Ambitious project in living colour

INFERNO (L’Enfer D’Henri-Georges­ Clouzot) directed by Serge Bromberg and Ruxandra Medrea Annonier. A filmswelike release. 99 minutes. Subtitled. Opens Friday (February 26). For venues, trailers and times, see Movies. Rating: NNNN

L’Enfer d’Henri-Georges Clouzot is a fascinating study of a film that never was.[rssbreak]

In 1964, the revered director of Wages Of Fear and Diabolique started production on what was supposed to be a groundbreaking thriller about a husband (Serge Reggiani) whose pathological jealousy of his wife (Romy Schneider) triggers paranoid rages and surrealistic, sexualized visions – visions that would disrupt the black-and-white drama in lurid three-strip Technicolor.

It was an ambitious proposition – too ambitious, in the end. After months of shooting, having fallen disastrously behind schedule, the production was shut down when Clouzot suffered a heart attack while directing a love scene between Schneider and co-star Dany Carrel. All that remains of L’Enfer is 15 hours of raw footage, some of which serves as the backbone of this fascinating documentary.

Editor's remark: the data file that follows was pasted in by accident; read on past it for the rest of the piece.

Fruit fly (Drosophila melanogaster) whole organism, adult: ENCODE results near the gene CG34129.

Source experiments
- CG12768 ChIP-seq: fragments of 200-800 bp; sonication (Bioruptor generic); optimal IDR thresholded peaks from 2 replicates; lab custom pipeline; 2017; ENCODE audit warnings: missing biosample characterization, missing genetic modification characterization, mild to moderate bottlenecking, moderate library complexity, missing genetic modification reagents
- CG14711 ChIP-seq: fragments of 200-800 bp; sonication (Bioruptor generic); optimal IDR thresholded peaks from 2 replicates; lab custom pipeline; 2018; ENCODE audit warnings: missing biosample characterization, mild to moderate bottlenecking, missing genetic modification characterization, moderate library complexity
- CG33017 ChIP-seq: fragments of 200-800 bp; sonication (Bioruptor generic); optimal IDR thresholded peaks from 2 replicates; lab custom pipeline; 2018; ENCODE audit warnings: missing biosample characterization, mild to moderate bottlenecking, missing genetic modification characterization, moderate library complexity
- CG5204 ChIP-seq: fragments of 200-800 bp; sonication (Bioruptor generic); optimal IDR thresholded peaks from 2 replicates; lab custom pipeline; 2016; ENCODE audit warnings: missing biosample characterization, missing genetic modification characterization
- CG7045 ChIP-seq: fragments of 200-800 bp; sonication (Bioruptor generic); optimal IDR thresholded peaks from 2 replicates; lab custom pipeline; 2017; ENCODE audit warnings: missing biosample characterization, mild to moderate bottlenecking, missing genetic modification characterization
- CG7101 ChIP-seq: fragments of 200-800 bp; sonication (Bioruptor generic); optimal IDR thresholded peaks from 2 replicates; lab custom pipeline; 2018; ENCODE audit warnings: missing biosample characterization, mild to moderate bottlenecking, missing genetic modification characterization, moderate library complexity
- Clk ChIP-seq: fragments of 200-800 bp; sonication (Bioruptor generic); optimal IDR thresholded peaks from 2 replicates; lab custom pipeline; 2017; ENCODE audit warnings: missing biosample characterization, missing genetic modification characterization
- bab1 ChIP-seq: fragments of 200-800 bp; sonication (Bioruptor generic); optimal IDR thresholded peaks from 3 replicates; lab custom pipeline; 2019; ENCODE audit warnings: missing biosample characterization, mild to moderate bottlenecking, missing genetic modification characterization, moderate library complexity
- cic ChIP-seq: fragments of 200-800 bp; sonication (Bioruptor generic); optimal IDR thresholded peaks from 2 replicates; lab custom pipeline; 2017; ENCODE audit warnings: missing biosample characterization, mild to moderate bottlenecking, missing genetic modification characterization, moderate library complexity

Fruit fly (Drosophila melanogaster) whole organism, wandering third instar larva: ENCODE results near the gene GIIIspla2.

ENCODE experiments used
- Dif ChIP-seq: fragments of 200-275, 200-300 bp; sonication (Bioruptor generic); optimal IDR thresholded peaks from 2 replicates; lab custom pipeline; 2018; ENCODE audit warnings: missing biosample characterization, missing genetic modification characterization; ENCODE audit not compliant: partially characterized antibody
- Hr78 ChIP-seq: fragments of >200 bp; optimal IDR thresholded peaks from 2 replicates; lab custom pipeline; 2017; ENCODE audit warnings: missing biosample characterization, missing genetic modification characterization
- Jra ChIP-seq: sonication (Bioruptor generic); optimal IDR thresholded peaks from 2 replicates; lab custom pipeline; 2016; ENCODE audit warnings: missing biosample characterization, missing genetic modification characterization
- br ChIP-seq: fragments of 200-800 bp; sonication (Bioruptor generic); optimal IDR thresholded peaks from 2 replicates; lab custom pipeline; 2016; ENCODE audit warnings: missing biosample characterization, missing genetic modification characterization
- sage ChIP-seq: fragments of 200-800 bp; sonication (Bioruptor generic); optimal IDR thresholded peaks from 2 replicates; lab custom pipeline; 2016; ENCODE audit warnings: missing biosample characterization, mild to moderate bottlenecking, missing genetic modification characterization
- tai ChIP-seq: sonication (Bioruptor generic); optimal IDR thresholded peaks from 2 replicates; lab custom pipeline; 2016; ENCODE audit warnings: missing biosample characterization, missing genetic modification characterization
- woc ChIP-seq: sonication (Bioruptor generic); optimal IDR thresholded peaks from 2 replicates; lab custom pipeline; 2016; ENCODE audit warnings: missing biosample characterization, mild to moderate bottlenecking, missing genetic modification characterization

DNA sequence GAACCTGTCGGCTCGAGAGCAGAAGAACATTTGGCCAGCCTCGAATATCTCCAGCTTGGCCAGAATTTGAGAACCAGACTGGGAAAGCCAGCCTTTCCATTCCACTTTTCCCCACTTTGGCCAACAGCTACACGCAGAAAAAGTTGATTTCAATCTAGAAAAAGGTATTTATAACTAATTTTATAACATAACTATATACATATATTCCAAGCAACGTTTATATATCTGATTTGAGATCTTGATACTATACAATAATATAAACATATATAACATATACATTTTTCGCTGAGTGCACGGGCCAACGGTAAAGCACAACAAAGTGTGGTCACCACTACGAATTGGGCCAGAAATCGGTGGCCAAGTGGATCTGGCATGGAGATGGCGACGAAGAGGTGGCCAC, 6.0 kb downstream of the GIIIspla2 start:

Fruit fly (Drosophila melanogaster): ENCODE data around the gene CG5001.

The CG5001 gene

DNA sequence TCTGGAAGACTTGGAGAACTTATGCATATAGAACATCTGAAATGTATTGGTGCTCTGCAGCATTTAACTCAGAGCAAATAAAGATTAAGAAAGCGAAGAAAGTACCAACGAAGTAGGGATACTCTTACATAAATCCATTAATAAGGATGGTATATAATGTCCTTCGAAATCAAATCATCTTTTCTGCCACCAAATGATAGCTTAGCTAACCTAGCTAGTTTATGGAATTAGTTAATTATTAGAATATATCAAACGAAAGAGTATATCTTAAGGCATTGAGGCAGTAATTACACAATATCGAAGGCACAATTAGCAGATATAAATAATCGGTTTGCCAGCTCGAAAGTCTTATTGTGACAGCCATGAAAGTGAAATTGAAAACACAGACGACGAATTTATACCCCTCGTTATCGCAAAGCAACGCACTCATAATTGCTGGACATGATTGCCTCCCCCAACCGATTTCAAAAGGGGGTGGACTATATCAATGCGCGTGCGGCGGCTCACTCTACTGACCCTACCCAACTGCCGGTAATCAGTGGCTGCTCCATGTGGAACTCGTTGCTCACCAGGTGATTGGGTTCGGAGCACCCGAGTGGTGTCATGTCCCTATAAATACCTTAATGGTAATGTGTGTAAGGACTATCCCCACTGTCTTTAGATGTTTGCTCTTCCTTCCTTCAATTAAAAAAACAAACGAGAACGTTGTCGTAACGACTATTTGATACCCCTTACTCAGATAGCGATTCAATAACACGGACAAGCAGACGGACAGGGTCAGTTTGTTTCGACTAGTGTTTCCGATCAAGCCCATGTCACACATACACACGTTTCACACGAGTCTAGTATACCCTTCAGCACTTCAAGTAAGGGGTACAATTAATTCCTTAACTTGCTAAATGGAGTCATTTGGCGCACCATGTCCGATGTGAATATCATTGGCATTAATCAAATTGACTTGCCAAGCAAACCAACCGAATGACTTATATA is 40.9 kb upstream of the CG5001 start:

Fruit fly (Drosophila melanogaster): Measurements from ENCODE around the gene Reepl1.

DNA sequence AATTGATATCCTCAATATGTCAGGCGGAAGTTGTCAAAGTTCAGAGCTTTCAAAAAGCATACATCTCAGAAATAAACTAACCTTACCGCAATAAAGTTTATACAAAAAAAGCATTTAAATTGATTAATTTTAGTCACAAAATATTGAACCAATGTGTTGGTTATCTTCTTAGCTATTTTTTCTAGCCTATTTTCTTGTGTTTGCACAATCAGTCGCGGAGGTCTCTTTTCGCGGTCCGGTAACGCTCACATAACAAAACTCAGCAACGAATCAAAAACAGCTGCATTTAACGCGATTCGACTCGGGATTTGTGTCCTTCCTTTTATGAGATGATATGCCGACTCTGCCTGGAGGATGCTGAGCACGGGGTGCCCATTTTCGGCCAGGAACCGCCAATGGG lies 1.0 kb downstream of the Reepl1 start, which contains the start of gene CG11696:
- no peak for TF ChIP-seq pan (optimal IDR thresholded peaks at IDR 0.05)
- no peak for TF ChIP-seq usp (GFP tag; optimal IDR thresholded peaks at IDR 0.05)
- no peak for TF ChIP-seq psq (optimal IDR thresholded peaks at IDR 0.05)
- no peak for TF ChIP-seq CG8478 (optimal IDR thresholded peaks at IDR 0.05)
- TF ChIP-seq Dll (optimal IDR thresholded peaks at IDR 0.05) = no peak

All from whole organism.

Serge Bromberg and Ruxandra Medrea Annonier interview surviving crew members (including Costa-Gavras, an assistant director on the shoot) and create a sense of Clouzot’s vision through partial reconstructions and staged readings of unfilmed scenes with Bérénice Bejo and Jacques Gamblin standing in for Schneider and Reggiani.

The documentary peels back layers of obsession as Clouzot, obsessed with every last detail of a movie about obsession, pushes himself, his cast and his crew to the brink of collapse to realize his vision.

What we see of the film that might have been is indeed remarkable – especially the unfinished colour footage of Schneider and her co-stars wearing green makeup and blue lipstick that makes them look like their own ghosts.

The footage would have been re-timed in post-production to realize Clouzot’s ambitious colour scheme, but that never happened. Instead, the images shift the actors into an otherworldly limbo – lost to history, along with their movie.

Curiously, Schneider has never looked more beautiful.

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